of belonging to a vulnerable and/or marginalised group, who are
often subjected to discrimination, can be dire. While this article
focuses primarily on the context of HIV and AIDS, it is important to
recognise that discrimination persists based on a variety of factors
including HIV and AIDS, gender, race, age, sex, sexual orientation,
class, job, status, nationality – to name but a few. 38 aLQ – June 2006
Excuses, Excuses, Excuses…
A facilitator’s reflection on discrimination
Human rights in South Africa are constitutionally guaranteed and said to govern
not only legislation, but behaviour too. Yet, the principles of the Constitution
seem to be rarely translated into reality. This article examines some of the
common ‘excuses’ used to justify continuing discrimination, both broadly, and
specifically in the context of HIV and AIDS.
Emma Harvey
Recognising the gaps between the constitutional guarantee not to
be discriminated against and the reality of persistent discrimination,
there are, arguably, various questions that need to be raised. Why, in
spite of constitutional guarantees, does discrimination continue to take
place? Why do people treat people who are different ‘unfairly’? Why
is a person who is tested positive for HIV treated differently? Why are
women treated differently to men? Why are young people treated
differently to older people? While the specific questions could go on,
since the factors used to ‘reason’ discrimination are so many and
varied, there are, however, a number of responses that are common to
these questions.
It is due to culture; it is due to tradition; it is part of religious practices
or personal beliefs; it is due to how people are brought up; it is natural,
human beings do it all the time; it is because of peer pressure; it is just the
way society works – are only a few of the recurring ‘reasons’.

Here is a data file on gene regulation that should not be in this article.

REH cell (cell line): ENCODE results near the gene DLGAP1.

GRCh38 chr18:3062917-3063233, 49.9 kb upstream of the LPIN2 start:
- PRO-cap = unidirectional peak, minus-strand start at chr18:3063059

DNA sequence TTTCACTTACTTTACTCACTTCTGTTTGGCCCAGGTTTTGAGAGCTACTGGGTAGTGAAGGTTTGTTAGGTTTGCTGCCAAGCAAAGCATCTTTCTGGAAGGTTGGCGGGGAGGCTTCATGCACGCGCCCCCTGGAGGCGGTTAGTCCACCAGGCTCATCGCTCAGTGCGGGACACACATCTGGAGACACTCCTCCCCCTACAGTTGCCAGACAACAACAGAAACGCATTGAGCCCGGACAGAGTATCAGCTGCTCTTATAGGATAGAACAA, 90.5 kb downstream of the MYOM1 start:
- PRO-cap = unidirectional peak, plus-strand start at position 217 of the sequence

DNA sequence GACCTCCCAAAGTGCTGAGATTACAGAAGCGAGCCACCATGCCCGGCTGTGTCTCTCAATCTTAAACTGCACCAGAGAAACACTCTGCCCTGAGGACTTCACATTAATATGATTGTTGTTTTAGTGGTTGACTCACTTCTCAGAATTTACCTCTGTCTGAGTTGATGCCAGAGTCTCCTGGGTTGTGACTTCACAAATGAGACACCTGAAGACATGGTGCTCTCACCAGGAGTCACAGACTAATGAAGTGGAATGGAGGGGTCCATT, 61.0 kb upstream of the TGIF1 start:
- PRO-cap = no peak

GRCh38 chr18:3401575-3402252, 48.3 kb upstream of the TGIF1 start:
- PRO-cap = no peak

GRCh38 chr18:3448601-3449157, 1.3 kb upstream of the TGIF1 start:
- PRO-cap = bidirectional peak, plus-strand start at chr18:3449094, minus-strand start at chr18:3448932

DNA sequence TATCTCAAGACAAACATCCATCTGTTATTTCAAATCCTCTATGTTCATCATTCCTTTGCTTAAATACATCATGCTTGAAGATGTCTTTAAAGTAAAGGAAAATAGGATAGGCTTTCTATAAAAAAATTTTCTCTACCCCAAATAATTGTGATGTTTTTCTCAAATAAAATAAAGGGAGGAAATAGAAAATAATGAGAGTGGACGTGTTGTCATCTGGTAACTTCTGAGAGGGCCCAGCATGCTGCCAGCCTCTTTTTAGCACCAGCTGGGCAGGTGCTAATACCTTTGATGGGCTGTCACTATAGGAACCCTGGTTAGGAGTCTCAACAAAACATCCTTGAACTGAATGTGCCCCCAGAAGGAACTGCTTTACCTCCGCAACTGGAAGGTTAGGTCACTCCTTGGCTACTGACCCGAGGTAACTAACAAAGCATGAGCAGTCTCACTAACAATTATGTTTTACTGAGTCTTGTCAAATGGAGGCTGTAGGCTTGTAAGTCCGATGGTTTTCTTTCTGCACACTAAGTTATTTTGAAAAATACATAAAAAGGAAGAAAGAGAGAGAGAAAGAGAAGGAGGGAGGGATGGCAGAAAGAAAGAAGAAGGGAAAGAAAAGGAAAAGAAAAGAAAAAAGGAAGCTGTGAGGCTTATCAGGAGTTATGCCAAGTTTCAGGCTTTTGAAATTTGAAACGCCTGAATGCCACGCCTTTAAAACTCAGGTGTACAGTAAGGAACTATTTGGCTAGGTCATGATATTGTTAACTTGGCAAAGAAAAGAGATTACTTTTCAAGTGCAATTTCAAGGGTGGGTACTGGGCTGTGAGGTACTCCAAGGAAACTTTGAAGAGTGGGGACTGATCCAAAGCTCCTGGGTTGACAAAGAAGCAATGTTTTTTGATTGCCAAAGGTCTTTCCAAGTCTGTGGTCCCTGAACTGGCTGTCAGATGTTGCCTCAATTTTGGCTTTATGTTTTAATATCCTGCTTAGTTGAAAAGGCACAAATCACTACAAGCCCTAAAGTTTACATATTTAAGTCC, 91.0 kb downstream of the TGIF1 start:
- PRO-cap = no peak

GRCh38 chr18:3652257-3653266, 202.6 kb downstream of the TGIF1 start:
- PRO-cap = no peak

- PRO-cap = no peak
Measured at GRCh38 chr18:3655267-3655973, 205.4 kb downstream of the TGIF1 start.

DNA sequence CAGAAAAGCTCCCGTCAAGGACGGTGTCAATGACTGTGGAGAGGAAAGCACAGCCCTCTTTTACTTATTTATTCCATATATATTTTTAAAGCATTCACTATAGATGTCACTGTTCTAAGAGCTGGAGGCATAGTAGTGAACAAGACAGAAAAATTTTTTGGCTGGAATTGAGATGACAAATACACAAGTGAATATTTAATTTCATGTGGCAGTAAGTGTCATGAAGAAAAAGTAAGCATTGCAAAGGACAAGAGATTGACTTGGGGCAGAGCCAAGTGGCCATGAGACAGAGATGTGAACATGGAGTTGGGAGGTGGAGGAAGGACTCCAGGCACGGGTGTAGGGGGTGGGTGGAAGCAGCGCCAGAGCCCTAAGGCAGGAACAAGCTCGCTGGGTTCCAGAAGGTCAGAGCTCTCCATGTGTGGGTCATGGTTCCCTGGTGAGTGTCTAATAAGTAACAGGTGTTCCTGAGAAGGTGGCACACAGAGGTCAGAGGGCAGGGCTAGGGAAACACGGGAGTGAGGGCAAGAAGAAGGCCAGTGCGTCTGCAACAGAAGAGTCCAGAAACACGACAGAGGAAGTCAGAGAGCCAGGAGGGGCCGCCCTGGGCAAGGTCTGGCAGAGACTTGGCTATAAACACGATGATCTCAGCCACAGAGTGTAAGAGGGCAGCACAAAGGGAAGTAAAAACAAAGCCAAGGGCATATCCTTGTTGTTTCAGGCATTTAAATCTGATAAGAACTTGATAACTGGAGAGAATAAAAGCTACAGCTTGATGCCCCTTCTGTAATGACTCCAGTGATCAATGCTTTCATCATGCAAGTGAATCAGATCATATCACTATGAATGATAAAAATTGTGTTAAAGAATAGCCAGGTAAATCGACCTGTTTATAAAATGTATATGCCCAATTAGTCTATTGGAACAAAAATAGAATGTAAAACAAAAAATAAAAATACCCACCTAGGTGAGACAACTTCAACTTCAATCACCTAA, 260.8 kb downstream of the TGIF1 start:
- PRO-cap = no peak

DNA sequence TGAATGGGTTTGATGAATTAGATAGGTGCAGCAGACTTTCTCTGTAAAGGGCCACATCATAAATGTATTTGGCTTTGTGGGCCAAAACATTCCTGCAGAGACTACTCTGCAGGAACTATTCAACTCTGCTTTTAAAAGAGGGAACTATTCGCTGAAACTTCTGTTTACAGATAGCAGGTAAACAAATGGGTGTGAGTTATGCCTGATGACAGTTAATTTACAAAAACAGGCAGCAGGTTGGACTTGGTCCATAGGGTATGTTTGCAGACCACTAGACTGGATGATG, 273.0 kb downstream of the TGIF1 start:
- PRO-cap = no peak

Most of these ‘reasons’ are raised as absolute and unchanging.
Culture, tradition, religion, upbringing, society, nature, and people are
presented in the context of justifying discrimination as being static and
unchanging. Since things always happened this way, they will
continue to happen this way.
Culture, tradition, religion and society are not static, change
happens constantly, as society adapts to its changing environment.
While, for example, culture and tradition govern the way people dress,
clothing, as well as the understanding of what is ‘acceptable’ to wear
changes constantly. Many traditions and cultures call for women to
wear skirts and yet, many women are choosing to wear trousers. It is
argued, that this is but one of many examples indicating that people
seemingly have the tendency to pick and chose which one of the
cultural and traditional practices are changeable. Thus, if it is possible
for traditional or cultural practices to change, then it is also possible to
‘change’ and not to use culture or traditional thoughts as excuses
to discriminate against the ‘other’.
Similarly, the wide variety and ever-changing religious inter
pretations and practices indicate that religion is not a static concept